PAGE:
The debate of whether or not players from one country should be allowed to play for another country is a one which divides rugby, and the sporting community as a whole.
As things stand, World Rugby residency laws state a player may play for a country if : 1) He was born in that country; 2) Has one parent or grandparent from that country; or 3) Has completed thirty six consecutive months of residence immediately preceding the time of playing.
Over the years, many talented rugby players have chose to play for a country outwith their own nationality by weighing up their options between prioritising patriotism or career gain.
This blog will look at examples of this in Scotland, England and New Zealand.
Two of the most high profile players to represent Scotland under the residency rules in recent times are Sean Maitland, a New Zealander born and bred, and Tim Visser from Holland.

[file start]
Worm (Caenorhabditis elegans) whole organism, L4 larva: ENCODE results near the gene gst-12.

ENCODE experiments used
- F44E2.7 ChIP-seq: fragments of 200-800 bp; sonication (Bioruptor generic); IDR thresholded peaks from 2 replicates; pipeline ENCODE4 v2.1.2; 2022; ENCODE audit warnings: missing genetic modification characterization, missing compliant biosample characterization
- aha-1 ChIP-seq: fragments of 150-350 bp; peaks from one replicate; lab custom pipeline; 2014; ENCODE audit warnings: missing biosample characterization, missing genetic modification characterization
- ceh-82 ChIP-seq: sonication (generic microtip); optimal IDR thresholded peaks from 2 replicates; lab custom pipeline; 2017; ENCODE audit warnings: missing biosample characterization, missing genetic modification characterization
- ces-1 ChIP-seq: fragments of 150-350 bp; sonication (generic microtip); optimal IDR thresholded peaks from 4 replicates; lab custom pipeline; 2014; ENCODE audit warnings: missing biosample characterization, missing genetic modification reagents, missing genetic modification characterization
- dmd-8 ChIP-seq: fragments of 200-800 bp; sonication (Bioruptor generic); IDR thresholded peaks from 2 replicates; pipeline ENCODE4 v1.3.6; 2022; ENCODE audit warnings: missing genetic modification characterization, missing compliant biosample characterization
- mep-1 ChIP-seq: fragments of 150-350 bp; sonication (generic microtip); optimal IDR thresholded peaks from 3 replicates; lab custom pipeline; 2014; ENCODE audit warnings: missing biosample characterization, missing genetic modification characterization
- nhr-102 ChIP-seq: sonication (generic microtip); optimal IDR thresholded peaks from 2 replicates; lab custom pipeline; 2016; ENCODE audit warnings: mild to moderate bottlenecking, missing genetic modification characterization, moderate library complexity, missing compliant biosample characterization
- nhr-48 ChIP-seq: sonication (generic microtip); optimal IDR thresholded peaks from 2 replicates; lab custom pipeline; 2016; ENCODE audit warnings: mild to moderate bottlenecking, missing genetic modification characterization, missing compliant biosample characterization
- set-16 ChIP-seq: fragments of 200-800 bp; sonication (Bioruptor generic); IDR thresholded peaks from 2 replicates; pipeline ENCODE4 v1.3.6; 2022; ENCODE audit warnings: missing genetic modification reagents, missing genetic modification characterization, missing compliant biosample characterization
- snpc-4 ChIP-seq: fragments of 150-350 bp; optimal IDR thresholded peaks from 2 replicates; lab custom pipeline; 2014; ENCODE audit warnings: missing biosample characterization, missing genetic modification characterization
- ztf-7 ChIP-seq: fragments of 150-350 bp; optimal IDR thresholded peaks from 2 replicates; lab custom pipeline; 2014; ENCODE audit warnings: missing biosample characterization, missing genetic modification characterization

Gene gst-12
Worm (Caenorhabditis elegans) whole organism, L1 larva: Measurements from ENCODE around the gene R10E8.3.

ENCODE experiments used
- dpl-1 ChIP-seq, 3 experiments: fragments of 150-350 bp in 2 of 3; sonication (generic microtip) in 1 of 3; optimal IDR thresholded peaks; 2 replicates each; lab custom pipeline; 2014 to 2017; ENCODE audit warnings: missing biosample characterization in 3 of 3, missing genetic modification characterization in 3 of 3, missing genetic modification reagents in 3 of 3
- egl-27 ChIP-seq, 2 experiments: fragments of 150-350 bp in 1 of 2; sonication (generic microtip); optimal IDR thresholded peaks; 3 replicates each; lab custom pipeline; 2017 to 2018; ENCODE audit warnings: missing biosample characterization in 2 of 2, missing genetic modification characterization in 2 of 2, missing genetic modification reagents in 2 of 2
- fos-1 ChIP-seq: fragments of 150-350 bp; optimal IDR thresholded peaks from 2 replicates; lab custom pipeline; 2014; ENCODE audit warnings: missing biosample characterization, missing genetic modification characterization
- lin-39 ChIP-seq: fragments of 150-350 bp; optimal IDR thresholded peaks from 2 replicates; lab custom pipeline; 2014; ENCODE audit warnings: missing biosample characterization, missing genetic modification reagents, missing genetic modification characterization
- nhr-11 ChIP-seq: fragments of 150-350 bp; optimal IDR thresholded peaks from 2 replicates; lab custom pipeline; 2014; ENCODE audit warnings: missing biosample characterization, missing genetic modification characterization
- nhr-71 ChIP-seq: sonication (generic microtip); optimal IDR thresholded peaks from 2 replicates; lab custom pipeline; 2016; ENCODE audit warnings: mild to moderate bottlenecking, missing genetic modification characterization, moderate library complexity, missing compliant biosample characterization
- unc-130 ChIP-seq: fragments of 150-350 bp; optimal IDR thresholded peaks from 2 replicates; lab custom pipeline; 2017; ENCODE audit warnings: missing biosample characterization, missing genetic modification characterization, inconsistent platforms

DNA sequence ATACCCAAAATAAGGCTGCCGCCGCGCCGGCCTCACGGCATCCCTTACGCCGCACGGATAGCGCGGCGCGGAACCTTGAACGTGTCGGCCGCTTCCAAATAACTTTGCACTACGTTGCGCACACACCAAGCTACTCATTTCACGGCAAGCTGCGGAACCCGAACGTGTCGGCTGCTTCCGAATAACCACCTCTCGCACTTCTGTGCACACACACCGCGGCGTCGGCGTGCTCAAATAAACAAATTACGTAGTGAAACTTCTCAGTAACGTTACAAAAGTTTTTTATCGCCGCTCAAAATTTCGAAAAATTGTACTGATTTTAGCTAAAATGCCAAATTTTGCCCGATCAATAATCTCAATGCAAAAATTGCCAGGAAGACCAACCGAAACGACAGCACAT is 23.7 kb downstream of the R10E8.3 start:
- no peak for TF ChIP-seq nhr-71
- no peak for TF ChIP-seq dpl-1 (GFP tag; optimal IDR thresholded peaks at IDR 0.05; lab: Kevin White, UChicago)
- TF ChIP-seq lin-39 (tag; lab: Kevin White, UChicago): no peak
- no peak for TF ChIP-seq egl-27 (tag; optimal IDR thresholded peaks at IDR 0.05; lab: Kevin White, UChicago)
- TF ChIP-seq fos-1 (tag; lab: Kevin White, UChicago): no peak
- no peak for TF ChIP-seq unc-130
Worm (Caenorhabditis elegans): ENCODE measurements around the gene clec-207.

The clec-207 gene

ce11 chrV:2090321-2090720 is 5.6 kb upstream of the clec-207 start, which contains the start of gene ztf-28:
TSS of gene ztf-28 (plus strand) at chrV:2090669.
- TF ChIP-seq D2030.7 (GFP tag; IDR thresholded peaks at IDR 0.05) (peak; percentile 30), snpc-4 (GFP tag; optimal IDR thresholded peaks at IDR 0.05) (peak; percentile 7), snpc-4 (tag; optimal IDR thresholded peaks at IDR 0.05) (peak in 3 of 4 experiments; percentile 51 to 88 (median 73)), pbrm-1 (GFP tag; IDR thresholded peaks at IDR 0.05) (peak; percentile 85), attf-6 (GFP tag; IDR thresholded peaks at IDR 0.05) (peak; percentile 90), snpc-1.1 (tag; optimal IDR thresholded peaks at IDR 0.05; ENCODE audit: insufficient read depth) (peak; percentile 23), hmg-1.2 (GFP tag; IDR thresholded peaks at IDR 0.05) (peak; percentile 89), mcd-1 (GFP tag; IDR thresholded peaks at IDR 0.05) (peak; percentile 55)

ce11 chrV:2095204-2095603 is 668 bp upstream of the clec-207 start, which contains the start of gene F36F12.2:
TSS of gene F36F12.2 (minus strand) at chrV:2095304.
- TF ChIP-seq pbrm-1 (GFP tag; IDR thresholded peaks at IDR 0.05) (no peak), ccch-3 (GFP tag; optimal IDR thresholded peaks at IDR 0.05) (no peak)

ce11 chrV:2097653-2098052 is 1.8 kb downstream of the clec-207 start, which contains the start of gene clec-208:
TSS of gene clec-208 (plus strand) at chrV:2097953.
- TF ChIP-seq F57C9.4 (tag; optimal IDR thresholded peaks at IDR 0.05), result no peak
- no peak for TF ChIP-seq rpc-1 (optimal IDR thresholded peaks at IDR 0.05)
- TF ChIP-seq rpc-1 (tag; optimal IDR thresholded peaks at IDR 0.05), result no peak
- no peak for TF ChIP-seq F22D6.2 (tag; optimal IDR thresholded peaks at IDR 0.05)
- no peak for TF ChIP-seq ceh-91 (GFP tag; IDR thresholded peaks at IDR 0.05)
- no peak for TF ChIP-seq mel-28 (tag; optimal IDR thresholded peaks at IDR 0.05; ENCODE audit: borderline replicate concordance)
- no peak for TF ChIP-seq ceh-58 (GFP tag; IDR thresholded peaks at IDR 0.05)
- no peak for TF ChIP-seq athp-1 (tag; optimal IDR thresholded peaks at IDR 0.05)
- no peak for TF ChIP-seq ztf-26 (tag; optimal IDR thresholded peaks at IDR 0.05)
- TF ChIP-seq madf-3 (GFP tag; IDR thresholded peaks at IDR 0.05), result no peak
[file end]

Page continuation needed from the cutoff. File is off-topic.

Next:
Maitland, of Samoan and Maori descent through his mother, qualifies through a Scotland born grandmother. A key member of the the All Blacks Under-19 2007 World Cup and Under-20 IRB Junior World Championship winning sides, the winger-come-full-back was tipped as s future star for the senior All Blacks squad. However, despite some impressive performances for Crusaders in Super Rugby, he was never called up, leading to the SRU making an approach and Maitland signed a deal with Glasgow Warriors.
Tim Visser on the other hand had a slightly different route. As a teenager, the Flying Dutchman signed for Newcastle Falcons, joined their youth academy set up and represented England Schools at an under 18 level. However, in 2010 he moved to Edinburgh (ironically on the day his three year residency period in England was up) and has since scored an impressive 60 tries in 103 games! After completing 3 years in the country, Visser finally made his international debut with a brace of tries against Fiji.